In World War II, ground forces actively used small arms weapon, artillery, aviation, armored vehicles. But often, when soldiers of enemy armies faced each other face to face, edged weapons and, first of all, army knives became the most effective means. Melee in WWII were not uncommon.
Probably, the experience of the Winter War of 1939-1940, when the Soviet Union entered into an armed conflict with Finland, became the main impetus for the Red Army, which made its leadership think about creating standard edged weapons for their soldiers.
Remembering the edged weapons of the Great Patriotic War, it is worth mentioning the three most demanded samples. Moreover, each subsequent one was created on the basis of the previous one.
Puukko - the famous "finca"
In the Winter War, the Red Army learned several important lessons that helped to better prepare it for another war - with Nazi Germany. Some of them concerned the effectiveness of certain types of weapons, which the USSR had not previously taken seriously. It is believed that these are submachine guns and army knives.
Actually, the use of these two types of weapons is interconnected. If you use a short-barreled automatic weapon, then the bayonet will, most often, no longer fit. Therefore, the submachine gunners most often were armed with army knives. In the Karelian forests, where the Finns often acted in partisan methods, it was difficult for the Red Army soldiers armed with rifles with bayonets to resist in close combat the Finnish soldiers armed with comfortable puukko knives.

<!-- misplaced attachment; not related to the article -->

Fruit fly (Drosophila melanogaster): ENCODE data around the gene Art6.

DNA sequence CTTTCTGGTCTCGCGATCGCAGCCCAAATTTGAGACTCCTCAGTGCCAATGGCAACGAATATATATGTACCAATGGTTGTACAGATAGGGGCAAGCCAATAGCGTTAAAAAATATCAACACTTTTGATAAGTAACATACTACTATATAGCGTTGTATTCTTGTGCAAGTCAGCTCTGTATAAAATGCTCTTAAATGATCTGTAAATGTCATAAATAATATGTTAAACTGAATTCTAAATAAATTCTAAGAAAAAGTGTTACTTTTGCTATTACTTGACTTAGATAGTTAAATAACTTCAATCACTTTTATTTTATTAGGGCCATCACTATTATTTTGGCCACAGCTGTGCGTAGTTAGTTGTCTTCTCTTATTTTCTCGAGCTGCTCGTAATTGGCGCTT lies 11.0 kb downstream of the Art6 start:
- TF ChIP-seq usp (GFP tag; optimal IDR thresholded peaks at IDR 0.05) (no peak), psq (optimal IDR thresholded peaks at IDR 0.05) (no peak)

But this weapon was especially effective in the hands of the scouts and soldiers of the special forces of the country of Suomi. Here, its main advantages were noiselessness and compactness.
And although the soldiers of the Red Army did not possess such weapons, the Soviet people had known Finnish knives for a long time and well, since pre-revolutionary times, when Finland was part of the Russian Empire. The Russians also learned about these knives from the Finns, and even set up their production. The most popular were "Finns" among criminals, as well as those part of the professional revolutionaries who were engaged in "expropriation" to replenish the party treasury.
In the USSR, in 1935, a ban was imposed on the possession of Finnish knives for the civilian population, but they made them part of the outfit of police officers. Since then, this type of cold weapon is sometimes called “NKVD knives”.
And after the Winter War, it was decided to start supplying automatic weapons to the army and to establish the production of a regular army knife on the basis of the "finca" that has long been familiar to our people.
And by 1941, when Finland again became an ally of Hitler's Germany, the Red Army was already armed with an army knife, which was in no way inferior to Puukko, and in some respects even surpassed it.
Scout knife and more